Hazlett in WSJ: Another Way to Free the Airwaves
Writing in a Wall Street Journal op-ed, Professor Thomas Hazlett says Google's "free the airwaves" campaign designed to open TV band frequencies for innovative wireless services would have the effect of freezing the valuable airwaves allocated to television prior to World War II and would block new technologies due to artificial spectrum scarcity.
As the Federal Communications Commission asks what devices can share the TV band without disturbing current broadcasts, they should be asking how to reorganize TV broadcasts to maximize wireless benefits, says Hazlett.
Don't Let Google Freeze the Airwaves, Wall Street Journal, October 3, 2008. By Thomas W. Hazlett and Vernon L. Smith.
"Market transactions reveal how efficiencies are unleashed. TV stations that tell the FCC that any dollop of static will cause catastrophe have eagerly negotiated with Qualcomm, owner of (analog) TV channel 55 (auctioned in 2003), which pays broadcasters to accept interference from its new mobile video service, MediaFlo. These deals have pushed TV stations out of old assignments to make room for a 21st century application -- precisely what should be happening all through the TV band.
"But such efficiencies will be impossible if 'Free the Airwaves' results in government controls (under the Google plan regulators must approve specific devices) in lieu of spectrum ownership. These rights would logically be auctioned, as were select frequencies pulled away from TV channels 52-69, which sold for $19.6 billion in March 2008.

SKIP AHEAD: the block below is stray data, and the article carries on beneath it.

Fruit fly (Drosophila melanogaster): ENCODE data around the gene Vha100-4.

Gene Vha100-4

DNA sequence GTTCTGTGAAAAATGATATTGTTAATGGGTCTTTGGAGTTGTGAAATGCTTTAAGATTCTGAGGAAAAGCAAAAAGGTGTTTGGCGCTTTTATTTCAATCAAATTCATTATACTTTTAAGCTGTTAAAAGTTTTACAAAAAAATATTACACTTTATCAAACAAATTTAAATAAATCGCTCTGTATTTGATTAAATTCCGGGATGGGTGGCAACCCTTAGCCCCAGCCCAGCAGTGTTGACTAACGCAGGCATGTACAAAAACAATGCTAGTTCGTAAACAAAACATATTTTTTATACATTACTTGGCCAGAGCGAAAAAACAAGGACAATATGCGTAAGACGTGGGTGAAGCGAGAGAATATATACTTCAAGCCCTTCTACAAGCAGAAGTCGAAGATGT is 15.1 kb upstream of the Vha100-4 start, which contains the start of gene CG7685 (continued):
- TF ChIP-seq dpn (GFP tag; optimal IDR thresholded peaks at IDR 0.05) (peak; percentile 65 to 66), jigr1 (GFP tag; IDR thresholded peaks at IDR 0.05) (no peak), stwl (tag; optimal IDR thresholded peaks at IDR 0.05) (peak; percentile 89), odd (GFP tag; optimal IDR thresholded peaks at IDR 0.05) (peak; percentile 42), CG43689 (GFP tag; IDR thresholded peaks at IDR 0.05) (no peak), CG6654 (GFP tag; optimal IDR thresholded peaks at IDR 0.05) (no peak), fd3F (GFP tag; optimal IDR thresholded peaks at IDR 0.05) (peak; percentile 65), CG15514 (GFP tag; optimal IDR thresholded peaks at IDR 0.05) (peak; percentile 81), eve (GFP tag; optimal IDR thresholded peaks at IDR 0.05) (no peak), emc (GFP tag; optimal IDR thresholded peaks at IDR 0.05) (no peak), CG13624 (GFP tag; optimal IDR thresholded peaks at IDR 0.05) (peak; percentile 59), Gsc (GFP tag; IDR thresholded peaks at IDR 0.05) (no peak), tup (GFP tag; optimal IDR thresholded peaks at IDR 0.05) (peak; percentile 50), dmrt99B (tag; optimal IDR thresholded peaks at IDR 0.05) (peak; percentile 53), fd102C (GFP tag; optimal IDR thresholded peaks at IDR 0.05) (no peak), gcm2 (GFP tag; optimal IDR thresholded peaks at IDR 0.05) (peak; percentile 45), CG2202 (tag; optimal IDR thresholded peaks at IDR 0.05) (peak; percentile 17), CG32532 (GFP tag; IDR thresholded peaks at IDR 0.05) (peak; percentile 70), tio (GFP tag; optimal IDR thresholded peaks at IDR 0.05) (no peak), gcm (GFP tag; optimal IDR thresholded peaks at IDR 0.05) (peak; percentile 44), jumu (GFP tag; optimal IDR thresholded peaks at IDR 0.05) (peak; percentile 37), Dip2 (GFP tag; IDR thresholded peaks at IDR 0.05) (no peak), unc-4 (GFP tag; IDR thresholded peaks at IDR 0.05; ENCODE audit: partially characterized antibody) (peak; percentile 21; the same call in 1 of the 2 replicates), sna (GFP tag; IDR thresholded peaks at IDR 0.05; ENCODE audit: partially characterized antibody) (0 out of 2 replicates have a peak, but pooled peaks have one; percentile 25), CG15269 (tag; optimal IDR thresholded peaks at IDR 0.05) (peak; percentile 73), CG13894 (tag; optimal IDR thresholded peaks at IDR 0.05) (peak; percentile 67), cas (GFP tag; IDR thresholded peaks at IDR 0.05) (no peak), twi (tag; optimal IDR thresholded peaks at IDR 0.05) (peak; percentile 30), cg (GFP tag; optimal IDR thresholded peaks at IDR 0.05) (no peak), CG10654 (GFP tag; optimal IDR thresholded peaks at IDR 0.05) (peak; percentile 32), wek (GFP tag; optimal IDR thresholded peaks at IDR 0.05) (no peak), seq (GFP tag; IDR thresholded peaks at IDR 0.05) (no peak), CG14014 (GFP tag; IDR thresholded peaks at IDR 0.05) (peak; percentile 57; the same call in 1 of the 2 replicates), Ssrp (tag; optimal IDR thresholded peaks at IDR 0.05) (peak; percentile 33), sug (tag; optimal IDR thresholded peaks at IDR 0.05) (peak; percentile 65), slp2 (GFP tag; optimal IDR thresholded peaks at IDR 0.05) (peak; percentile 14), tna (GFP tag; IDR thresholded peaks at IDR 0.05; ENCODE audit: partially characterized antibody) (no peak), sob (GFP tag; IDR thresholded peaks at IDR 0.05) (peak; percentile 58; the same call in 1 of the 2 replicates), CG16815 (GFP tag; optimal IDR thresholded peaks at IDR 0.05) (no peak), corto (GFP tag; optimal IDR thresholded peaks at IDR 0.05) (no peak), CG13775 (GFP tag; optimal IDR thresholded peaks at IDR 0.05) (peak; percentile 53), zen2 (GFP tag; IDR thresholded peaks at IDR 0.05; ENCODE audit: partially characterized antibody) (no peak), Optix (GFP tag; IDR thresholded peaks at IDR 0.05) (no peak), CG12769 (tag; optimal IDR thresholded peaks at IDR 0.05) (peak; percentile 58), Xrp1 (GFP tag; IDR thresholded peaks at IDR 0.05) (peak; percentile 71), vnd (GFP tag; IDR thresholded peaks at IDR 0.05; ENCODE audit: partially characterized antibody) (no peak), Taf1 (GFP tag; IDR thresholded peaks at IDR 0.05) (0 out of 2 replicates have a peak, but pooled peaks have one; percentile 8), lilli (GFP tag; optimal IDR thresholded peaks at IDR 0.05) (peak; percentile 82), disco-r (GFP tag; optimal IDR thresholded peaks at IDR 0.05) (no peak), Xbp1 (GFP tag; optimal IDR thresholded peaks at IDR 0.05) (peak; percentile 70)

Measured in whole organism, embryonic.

"Google chose not to bid in that auction, exhibiting a crucial point. If Google believed that TV frequencies were productively used via the spectrum sharing approach they ask the FCC to impose, they could have purchased TV 'white spaces' and imposed just such a plan. Revenues could have been extracted from the sales of devices, advertising, or other means. Yet, they rejected this play, outbid by rivals seeking to deploy alternative models.
"Therein lies the beauty of competitive bidding: resources, including spectrum, go to their highest valued use. Other options, notably wide area wireless broadband networks, generate far more consumer interest. In FCC data now over a year old, some 35 million customers subscribe to wireless broadband offered by the four national wireless carriers. Google itself, partnering with Intel, Sprint, and others in Clearwire, has joined this fray. With more access to licensed and liberally regulated spectrum, they -- and entrants to come -- will have a fair chance of succeeding.
"Sen. Pressler's May 1996 proposal could powerfully energize this competitive rivalry. Allot all TV band frequencies to, say, seven national licenses, and auction them. (Competition could be ensured by a one-to-a-customer rule.) TV stations would be grandfathered, and continue to broadcast on current channels. But they would also be able to change channels or accept some interference with their broadcast signals. They would happily accept payments to make way for new wireless stuff. Band usage would be radically transformed.
"This procedure greases the skids for efficiency, downloading politically arduous tasks to market specialists. Many wireless services, from PCS to Blackberry to MediaFlo, have been launched through such spectrum trades. Those deals only happen when owners can bargain."
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